Neil Young, in an appearance last night with Jon Stewart on “The Daily Show,” talks about the musical spark he finds in working with Crazy Horse.
“I don’t know how it happens,” Young tells Stewart, “but when I am singing and playing with Crazy Horse, I’m a different guy. I write a different thing. I see things differently … I see deeper pictures. I’m able to write and express myself much deeper, in a way that I can’t do with anybody else — and I don’t know why.”
As evidence of their creative alchemy: Young and Crazy Horse have already issued two studio albums this year, and a post at at Young’s official web site indicated that another live recording could also be in the offing.
This after a break stretching back to 2003, when Young and Crazy Horse issued Greendale. Before that, Crazy Horse had played on all or a portion of some 20 Young projects — including After the Gold Rush in 1970, Tonight’s the Night in 1975 and Rust Never Sleeps in 1979, along with the radio hit “Cinnamon Girl.”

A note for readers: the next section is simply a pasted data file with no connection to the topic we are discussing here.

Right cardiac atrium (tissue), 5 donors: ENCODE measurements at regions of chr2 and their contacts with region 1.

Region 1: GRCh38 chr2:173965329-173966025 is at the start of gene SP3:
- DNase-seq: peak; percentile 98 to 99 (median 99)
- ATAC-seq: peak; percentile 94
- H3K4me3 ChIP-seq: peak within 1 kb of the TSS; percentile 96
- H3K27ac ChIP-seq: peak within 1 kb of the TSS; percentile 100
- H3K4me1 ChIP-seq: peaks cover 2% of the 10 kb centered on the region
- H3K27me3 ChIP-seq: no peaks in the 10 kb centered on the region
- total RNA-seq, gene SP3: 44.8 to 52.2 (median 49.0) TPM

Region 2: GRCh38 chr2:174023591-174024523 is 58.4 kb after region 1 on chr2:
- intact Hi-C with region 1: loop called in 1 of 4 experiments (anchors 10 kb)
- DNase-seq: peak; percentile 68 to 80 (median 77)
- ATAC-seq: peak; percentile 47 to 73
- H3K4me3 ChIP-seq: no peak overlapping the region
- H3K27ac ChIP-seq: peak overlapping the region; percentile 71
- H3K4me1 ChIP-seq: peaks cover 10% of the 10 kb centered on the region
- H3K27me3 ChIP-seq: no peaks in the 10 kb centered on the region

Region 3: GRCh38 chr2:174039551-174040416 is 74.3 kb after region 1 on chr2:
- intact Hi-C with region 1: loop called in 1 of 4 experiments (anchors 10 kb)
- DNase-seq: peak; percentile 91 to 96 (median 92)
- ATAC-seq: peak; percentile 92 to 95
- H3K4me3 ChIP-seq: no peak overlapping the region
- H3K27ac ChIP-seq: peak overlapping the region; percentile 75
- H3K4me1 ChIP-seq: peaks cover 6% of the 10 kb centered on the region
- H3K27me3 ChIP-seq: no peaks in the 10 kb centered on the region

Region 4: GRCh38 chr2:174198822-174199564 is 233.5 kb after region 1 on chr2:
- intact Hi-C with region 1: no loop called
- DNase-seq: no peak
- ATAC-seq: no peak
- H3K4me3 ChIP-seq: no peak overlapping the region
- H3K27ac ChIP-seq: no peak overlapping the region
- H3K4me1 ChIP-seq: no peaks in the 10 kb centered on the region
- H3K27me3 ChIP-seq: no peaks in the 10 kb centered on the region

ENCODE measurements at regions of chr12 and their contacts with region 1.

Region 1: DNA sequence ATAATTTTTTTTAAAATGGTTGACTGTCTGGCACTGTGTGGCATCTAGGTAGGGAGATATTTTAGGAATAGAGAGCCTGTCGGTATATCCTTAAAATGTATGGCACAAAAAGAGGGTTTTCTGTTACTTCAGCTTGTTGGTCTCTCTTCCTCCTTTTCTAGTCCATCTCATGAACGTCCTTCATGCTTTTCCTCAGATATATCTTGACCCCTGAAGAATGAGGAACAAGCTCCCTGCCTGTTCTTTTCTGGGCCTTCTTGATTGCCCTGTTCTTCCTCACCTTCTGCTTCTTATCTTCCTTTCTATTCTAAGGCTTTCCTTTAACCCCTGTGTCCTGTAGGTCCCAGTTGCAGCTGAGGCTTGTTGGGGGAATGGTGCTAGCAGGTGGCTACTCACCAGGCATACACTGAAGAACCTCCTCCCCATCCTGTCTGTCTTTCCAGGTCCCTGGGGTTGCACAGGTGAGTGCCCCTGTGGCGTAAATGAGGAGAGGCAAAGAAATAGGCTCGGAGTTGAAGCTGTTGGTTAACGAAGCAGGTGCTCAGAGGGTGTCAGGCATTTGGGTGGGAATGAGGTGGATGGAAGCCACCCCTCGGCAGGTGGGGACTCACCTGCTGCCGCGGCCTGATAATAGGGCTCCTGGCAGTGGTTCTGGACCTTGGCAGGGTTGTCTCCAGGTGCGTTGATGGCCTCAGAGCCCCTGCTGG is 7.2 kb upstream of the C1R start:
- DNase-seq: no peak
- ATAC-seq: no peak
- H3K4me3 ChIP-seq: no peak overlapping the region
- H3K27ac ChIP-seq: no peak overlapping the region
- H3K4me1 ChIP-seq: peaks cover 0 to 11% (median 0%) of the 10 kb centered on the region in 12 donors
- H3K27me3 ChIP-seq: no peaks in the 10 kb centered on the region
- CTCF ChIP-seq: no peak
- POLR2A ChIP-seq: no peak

They roared back this year with a garage-rocking collection of reimagined traditional songs on Americana and then followed that with a scalding original set called Psychedelic Pill, issued in October. These two projects were the first to feature an expanded Crazy Horse lineup including Ralph Molina, Frank “Poncho” Sampedro and Billy Talbot since 1996’s Broken Arrow.
The relationship is clearly better than ever.
“I’m just very thankful for it,” Young tells Stewart. “And it just keeps getting stronger and stronger — until, I guess like the drummer in Spinal Tap, you know, it goes boom.”
Young and Crazy Horse have earlier issued several concert recordings, most notably Rust Never Sleeps in 1978 and then Weld in 1990 — as well as 1979’s Live Rust and 1997’s Year Of The Horse, with the latter serving as a soundtrack for a Jim Jarmusch documentary on the group.
Click here to purchase …
Latest posts by Something Else! (see all)
- Steve Cropper on the Beatles’ flirtation with Stax: ‘Didn’t happen for a lot of different reasons’ - May 19, 2015
- The Monkees once tricked critics into giving them a fair hearing: ‘It’s so funny’ - May 12, 2015
- Mavis Staples recalls lasting impact of the Band’s ‘Last Waltz,’ Rick Danko’s humor + Bob Dylan’s hair - May 11, 2015